1. The plaintiff Shahzad Singh applied for the execution of a decree for possession granted by the Court of first appeal. His suit was to recover possession of 20 bigas of land which had been leased to him by Mathura Singh, Ram Ugrah Singh, Raja Ram Singh, Baldeo Singh and Balbhadar Singh. From the decree which has been put in execution the five defendant-lessors had appealed to this Court and the appeal had been decreed with the result that the plaintiff's suit was dismissed. It so happened, however, that when the decree was passed Mathura Singh had died beyond the period of limitation previously. The decree-holder's contention is that Mathura Singh having died the entire appeal abated and a decree passed after automatic, abatement was a nullity. The opinion of the Calcutta High Court was quoted that the decree would be a nullity, because if it were not so held there would be two conflicting decrees of two Courts of competent jurisdiction, one in favour of the plaintiff and one against him-Balram Pal v. Keysha Majhi  53 I.C. 548. For one thing, the ruling is not reported in the recognized Indian Law Reports; for another, it is in conflict with a Bench ruling of this Court passed as far back as 1902 Ram Sevak v. Lambar Pande  25 All. 27. This ruling was delivered prior to the passing of the present Civil Procedure Code. It laid down, that where several plaintiffs or defendants jointly appeal against a decree, and on the death of one of such appellants, if no legal representative of the deceased appellant is brought upon the record within limitation, it can only have the effect of causing the appeal to abate so far as the deceased appellant was concerned; it cannot have the effect of causing the appeal as a whole to abate.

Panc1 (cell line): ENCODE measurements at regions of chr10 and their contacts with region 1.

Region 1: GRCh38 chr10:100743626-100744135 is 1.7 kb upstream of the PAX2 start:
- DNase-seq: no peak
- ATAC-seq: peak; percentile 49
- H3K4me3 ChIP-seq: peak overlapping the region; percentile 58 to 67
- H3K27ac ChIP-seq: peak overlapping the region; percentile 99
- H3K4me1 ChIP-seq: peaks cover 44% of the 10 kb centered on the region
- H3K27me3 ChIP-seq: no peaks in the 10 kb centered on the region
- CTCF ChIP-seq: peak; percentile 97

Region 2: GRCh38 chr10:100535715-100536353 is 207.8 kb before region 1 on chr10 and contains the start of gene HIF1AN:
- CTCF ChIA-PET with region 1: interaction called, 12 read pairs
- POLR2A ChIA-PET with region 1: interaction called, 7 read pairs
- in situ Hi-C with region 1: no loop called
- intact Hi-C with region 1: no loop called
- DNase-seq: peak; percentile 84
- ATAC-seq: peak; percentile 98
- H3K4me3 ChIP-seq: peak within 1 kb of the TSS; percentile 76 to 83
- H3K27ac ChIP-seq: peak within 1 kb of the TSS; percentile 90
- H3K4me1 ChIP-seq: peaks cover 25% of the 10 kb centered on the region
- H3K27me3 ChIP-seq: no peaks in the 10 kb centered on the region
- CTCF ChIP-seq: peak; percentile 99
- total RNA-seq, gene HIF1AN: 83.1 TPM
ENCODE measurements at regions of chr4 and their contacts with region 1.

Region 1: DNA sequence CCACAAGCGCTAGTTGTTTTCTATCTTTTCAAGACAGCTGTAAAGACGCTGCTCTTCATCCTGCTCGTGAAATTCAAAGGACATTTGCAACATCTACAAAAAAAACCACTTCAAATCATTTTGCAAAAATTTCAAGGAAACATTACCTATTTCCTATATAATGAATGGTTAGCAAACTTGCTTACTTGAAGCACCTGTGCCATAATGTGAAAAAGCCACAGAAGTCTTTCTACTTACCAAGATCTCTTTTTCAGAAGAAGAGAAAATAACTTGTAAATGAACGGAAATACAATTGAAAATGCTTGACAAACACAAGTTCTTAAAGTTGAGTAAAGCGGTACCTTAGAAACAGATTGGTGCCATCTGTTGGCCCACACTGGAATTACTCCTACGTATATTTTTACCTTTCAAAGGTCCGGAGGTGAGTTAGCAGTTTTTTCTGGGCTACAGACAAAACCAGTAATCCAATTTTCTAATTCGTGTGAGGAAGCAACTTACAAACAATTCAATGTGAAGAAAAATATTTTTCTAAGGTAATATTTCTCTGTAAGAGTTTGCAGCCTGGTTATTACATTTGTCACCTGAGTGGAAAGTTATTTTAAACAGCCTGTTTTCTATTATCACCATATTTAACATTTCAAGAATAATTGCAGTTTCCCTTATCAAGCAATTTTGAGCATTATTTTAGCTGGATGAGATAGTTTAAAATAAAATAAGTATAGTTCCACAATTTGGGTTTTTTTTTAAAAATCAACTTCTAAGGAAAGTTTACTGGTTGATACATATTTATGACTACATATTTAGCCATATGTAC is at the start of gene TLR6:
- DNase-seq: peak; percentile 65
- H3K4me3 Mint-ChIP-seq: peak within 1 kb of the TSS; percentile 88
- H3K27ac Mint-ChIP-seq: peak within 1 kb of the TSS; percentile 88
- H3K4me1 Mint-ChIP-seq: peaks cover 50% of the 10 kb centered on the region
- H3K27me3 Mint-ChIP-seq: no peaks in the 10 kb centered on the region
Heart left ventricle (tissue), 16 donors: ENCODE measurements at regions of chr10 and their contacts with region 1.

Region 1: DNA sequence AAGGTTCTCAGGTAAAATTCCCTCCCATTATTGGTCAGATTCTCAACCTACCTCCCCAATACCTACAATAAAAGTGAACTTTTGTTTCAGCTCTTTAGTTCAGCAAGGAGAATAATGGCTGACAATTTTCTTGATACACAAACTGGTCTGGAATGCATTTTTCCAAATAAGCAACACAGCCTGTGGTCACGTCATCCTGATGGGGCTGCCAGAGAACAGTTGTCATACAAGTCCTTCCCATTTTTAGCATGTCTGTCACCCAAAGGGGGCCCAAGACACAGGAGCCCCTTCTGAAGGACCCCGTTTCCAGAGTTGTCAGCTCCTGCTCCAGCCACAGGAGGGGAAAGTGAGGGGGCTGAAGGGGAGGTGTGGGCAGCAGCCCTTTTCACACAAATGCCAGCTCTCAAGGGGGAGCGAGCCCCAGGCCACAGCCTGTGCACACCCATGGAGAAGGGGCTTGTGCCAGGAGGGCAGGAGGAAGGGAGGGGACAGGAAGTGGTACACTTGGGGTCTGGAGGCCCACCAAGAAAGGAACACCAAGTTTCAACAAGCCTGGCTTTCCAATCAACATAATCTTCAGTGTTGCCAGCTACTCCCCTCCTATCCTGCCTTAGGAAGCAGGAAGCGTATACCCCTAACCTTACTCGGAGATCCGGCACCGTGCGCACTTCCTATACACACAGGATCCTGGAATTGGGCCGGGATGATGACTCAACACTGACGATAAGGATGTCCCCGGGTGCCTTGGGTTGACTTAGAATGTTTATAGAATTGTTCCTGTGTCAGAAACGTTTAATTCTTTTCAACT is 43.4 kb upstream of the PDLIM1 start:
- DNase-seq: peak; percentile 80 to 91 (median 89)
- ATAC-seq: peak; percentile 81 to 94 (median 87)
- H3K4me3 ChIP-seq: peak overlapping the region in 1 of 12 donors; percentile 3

2. The learned Judges had support of a Bombay ruling in Chandrasang v. Khimabhai  22 Bom. 718. This view appears to have been accepted by the legislature which enacted under Order 22, Rule 3(2) that, where within the time limited by law no application is made under Sub-rule (1) the suit shall abate so far as the deceased plaintiff is concerned. Under Rule 11 the word 'plaintiff' includes the appellant. This alteration was pointed out by Sulaiman, J. of this Court in Narain Das v. Sheo Din : AIR1926All234 . The learned Judge based his judgment on the supposition that prior to the enactment of the new Code of 1908 the generally accepted rule was that the entire appeal abated. Apparently, the learned Judge's attention was not called to the ruling reported in I.L.R. 25 Allahabad. The entire appeal, therefore, in this Court did not abate and the decree of this Court, so far as Ram Ugrah Singh, Raja Ram Singh, Baldeo Singh and Balbhadar Singh are concerned is not a nullity. The learned Judge of the lower appellate Court has gone further and held that as regards Mathura Singh also the appeal is effective. I do not agree with that opinion. Mathura Singh specifically appealed and the appeal as regards him having abated the decree in his favour would be a nullity.
3. Mr. Banerji on behalf of the respondents pleaded that a decree against Mathura Singh cannot be executed against his sons who were members of a joint Hindu family at the time of the execution of the lease. That is a point still to be determined. On the other hand it was argued on behalf of the plaintiff-appellant that the decree being a joint one it should be executed against every one of the defendants.
4. For the reasons given above such a position is not tenable. The plaintiff may execute the decree as against Mathura Singh for whatever it may be worth.
5. I set aside the decrees of both the subordinate Courts and remand the application for execution of Shahzad Singh to the executing Court to treat it as an application for execution against Mathura Singh alone. His legal representatives will be permitted to put forward objections to the execution. The appeal is dismissed as against Ram Ugrah Singh, Raja Ram Singh, Baldeo Singh and Balbhadar Singh. They shall receive their costs of all the Courts.